Media consumption or media diet is the sum of information and entertainment media taken in by an individual or group. It includes activities such as interacting with new media; reading books and magazines; watching television and film; listening to radio; and so on. The principles to be an active media consumer include capacity for skepticism, judgement, free thinking, questioning, and understanding. Among other factors, a person's access to media technology affects the amount and quality of his or her intake. In the United States, for instance, "U.C. San Diego scientists in 2009 estimated the 'average' American consumes 34 gigabytes of media a day." The amount of media consumption among individuals is increasing as new technologies are created.According to phys.org, there was a new study done by a researcher at the San Diego Supercomputer Center at the University of California, that says by 2015, the sum of media asked for and delivered to consumers on mobile devices and their homes would take more than 15 hours a day to see or hear. This volume equals to about 6.9 million- million gigabytes of information. Or equal to watching nine DVDs worth of data per person per day. With social media networks rapidly growing such as Instagram, Facebook, and Twitter to name a few, our world of media consumption is reaching a younger and younger age group, making our consumption that much more larger as a country. With mobile devices such as iPhone, news, entertainment, shopping and buying is all now at the tip of our fingers, anytime, anywhere. We don't necessarily have to wait for the work day to be done to catch up on the daily news, we can access it on our mobile devices wherever, whenever we want. This also plays into the growing media consumption in America's society.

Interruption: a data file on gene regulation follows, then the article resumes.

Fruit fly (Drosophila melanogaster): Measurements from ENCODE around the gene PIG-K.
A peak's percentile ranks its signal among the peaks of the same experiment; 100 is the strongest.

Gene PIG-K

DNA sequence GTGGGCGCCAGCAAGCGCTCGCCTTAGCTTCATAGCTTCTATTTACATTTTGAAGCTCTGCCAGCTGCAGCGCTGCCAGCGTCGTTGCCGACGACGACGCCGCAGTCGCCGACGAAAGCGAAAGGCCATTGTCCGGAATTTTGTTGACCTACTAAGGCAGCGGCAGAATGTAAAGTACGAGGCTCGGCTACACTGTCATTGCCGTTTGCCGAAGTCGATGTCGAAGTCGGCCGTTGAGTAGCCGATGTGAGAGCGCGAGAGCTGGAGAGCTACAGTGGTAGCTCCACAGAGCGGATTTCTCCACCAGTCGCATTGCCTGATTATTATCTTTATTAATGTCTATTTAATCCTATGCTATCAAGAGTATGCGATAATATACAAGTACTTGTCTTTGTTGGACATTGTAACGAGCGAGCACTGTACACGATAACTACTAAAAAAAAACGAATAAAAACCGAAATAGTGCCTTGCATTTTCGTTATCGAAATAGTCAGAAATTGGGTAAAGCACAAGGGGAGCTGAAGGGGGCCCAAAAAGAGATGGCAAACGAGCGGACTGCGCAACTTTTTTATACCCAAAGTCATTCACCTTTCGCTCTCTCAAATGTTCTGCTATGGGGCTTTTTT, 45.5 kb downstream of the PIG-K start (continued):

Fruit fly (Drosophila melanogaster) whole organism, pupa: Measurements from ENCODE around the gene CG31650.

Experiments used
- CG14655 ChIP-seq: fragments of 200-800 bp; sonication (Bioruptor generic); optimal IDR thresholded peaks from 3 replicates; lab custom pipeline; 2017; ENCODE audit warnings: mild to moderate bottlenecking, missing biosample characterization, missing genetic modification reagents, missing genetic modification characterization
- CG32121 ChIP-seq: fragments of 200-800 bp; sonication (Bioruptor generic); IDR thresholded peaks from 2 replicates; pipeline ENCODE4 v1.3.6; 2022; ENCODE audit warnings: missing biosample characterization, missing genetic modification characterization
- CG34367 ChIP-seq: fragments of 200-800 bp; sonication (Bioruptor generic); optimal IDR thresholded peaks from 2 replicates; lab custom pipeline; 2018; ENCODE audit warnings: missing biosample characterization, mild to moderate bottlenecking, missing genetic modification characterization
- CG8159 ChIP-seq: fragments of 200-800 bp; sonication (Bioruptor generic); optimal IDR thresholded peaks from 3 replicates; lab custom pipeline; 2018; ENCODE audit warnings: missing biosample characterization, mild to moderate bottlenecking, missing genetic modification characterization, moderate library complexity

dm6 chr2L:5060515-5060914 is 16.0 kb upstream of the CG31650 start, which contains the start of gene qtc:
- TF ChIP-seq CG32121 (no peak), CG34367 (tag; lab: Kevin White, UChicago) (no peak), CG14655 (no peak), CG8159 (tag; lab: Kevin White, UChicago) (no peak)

Many worry about the wide range of negative effects of media consumption. For example, there many instances of violence in movies, television, cartoons, video games and websites which can affect one’s level of aggression. These violent depictions can desensitize viewers to acts of violence and can also provoke mimicking of the violent acts.Media consumption can also have a negative impact on peoples' body images, mostly women. After seeing beautiful and thinner than average women in the media, many viewers feel worse about themselves.
^Bryant, Thompson, Jennings, Susan (2013). Fundamentals of Media Effects. Waveland Press Inc. p. 155.
^Yamamiya, Yuko; Thomas F. Cash, Susan E. Melnyk, Heidi D. Posavac, Steven S. Posavac (June 18, 2004). "Women’s exposure to thin-and-beautiful media images: body image effects of media-ideal internalization and impact-reduction interventions". Elsevier. Body Image: 74.Cite uses deprecated parameters (help);|accessdate= requires |url= (help)